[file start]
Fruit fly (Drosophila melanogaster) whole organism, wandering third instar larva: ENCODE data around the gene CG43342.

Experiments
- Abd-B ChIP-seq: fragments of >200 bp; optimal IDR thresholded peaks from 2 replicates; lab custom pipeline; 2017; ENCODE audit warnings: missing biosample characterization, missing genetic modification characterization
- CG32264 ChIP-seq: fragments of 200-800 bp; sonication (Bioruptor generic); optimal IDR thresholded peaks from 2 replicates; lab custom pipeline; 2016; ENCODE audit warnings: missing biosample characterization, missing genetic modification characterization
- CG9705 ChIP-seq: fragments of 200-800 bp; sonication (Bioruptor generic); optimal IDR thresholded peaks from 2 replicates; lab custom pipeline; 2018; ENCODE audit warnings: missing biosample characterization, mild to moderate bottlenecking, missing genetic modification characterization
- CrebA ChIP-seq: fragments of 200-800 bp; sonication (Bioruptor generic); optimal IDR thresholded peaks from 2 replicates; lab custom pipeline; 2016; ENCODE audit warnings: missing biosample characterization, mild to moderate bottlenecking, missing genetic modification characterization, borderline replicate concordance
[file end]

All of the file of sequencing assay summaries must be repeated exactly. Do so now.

Fruit fly (Drosophila melanogaster) whole organism, wandering third instar larva: ENCODE data around the gene CG43342.

Experiments
- Abd-B ChIP-seq: fragments of >200 bp; optimal IDR thresholded peaks from 2 replicates; lab custom pipeline; 2017; ENCODE audit warnings: missing biosample characterization, missing genetic modification characterization
- CG32264 ChIP-seq: fragments of 200-800 bp; sonication (Bioruptor generic); optimal IDR thresholded peaks from 2 replicates; lab custom pipeline; 2016; ENCODE audit warnings: missing biosample characterization, missing genetic modification characterization
- CG9705 ChIP-seq: fragments of 200-800 bp; sonication (Bioruptor generic); optimal IDR thresholded peaks from 2 replicates; lab custom pipeline; 2018; ENCODE audit warnings: missing biosample characterization, mild to moderate bottlenecking, missing genetic modification characterization
- CrebA ChIP-seq: fragments of 200-800 bp; sonication (Bioruptor generic); optimal IDR thresholded peaks from 2 replicates; lab custom pipeline; 2016; ENCODE audit warnings: missing biosample characterization, mild to moderate bottlenecking, missing genetic modification characterization, borderline replicate concordance